In 1995, the Nigerian military regime executed the celebrated author, indigenous activist and environmental campaigner Ken Saro-Wiwa together with 8 other Ogoni activists for their opposition to the activities of petroleum multinationals in the Niger Delta. (In 2009, Shell settled out of court with their families for over $15 million.) During his detention, Saro-Wiwa sent a series of letters and poems to Irish solidarity activist Sr Majella McCarron, who gave them to NUI Maynooth in 2011 on foot of the contribution of Maynooth students to the Shell to Sea campaign in Erris.
Silence would be treason: last writings of Ken Saro-Wiwa (edited by Íde Corley, Helen Fallon and Laurence Cox; Dakar / Bangalore: Daraja / CODESRIA / Books for Change, 2013) collects these writings together with introductory essays (mine, on social movements in the Niger Delta, is available here). I have written a short introduction to the book for The Ecologist. It has been widely reviewed, including by Biodun Jefiyo for OpenDemocracy, by Nnimmo Bassey for Sahara Reporters, by Mildred Barya for African Writers Trust, by Patrick Naagbanton for The Neighbourhood (Port Harcourt), by Sarah Shoraka for Red Pepper and by Meredith Hicks for Metro Eireann among many others (22 reviews and book notices at last count). Royalties are going towards a Ken Saro-Wiwa Postgraduate Award at Maynooth, for work in the spirit of Ken Saro-Wiwa.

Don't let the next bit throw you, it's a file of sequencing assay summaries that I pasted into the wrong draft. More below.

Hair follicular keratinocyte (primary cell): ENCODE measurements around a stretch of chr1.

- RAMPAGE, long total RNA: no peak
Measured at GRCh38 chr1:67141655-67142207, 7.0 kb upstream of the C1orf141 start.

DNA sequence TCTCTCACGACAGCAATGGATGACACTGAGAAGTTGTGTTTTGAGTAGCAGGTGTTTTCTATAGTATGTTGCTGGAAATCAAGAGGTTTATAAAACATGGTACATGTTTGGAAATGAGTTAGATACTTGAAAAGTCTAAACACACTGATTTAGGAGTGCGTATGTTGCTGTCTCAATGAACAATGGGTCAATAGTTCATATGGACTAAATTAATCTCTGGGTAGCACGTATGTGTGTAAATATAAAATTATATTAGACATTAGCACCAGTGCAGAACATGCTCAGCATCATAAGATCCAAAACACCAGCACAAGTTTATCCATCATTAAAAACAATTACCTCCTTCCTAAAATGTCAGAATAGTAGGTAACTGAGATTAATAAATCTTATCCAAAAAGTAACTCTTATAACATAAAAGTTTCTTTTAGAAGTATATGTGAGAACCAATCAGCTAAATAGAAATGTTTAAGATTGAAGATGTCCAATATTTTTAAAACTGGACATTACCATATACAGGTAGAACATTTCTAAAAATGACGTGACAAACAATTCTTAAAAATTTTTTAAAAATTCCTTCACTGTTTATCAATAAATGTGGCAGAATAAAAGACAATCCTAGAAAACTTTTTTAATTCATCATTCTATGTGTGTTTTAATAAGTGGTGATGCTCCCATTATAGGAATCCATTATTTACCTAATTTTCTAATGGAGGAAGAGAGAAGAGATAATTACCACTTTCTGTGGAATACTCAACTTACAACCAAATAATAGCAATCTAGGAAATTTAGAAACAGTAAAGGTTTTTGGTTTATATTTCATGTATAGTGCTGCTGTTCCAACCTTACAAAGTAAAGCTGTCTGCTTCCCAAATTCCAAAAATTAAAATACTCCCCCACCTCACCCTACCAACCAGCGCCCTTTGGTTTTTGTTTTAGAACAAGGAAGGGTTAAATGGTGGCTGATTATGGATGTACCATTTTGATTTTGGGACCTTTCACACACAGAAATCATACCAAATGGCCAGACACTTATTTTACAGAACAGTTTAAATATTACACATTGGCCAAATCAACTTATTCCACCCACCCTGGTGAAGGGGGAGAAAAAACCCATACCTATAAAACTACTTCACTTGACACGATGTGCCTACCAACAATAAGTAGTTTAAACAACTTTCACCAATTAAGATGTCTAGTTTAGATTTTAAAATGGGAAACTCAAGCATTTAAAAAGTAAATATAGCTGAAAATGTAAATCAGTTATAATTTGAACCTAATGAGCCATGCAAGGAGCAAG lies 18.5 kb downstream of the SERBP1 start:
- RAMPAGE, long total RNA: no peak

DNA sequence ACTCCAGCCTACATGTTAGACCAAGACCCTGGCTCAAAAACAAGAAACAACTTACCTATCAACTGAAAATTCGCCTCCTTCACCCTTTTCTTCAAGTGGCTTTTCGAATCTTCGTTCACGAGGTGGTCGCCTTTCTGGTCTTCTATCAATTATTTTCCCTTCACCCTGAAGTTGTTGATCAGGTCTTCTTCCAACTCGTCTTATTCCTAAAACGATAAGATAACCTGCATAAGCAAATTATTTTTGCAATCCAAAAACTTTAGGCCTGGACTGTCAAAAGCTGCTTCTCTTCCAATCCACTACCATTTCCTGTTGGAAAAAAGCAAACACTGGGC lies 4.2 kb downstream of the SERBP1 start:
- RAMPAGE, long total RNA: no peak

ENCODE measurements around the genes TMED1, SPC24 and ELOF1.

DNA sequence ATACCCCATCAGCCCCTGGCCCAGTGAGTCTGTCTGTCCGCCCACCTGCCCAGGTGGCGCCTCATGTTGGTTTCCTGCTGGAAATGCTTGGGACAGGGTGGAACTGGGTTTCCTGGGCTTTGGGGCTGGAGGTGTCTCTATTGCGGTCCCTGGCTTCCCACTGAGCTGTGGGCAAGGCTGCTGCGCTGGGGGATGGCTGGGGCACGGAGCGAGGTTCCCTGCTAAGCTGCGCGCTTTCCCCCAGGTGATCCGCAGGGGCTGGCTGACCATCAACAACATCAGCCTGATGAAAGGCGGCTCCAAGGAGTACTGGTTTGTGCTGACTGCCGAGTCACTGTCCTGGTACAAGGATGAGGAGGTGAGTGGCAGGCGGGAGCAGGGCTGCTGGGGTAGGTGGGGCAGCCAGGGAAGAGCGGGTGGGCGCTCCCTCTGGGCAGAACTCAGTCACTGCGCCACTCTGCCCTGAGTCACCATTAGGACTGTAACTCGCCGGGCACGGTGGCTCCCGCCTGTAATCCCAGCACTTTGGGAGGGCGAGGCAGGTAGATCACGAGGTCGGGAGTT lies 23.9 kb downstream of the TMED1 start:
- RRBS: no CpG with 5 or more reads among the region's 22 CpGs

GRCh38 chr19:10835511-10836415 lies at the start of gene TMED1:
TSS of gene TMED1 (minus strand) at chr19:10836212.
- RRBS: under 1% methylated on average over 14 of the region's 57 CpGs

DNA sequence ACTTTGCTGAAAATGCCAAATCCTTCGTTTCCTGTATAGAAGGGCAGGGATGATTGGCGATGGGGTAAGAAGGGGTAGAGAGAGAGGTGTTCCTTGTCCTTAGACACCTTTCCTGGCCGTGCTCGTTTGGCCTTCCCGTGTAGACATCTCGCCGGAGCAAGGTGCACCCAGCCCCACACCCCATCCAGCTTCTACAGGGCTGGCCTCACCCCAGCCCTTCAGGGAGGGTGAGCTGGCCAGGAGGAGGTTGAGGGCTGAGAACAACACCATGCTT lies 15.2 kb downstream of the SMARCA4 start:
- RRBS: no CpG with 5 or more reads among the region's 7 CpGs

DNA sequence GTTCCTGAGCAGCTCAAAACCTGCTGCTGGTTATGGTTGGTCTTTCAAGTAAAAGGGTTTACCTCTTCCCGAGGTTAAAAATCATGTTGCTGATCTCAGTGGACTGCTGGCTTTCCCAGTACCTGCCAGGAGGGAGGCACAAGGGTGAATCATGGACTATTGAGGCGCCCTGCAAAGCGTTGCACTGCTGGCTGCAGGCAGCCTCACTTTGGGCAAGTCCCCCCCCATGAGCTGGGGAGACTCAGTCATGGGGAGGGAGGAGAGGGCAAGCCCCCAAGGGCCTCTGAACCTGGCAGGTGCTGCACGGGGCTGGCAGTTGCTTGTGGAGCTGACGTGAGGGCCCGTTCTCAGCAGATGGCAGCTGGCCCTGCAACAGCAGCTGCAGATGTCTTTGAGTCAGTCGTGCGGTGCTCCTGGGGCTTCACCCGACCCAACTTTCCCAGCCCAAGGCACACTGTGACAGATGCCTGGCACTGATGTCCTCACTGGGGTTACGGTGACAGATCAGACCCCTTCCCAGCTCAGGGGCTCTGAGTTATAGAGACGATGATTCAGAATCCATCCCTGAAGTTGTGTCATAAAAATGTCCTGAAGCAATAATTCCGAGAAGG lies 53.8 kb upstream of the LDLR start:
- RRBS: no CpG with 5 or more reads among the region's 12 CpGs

The Ken Saro-Wiwa audio archive at NUIM hosts a series of interviews with Sr Majella, the book’s editors and Saro-Wiwa’s brother Owens Wiwa covering a wide range of movements and experiences. My interview, on Ken Saro-Wiwa and resource struggles, is here. This article compares the politics of repression in the struggle against Shell in the Niger Delta and in Rossport / Erris, NW Ireland.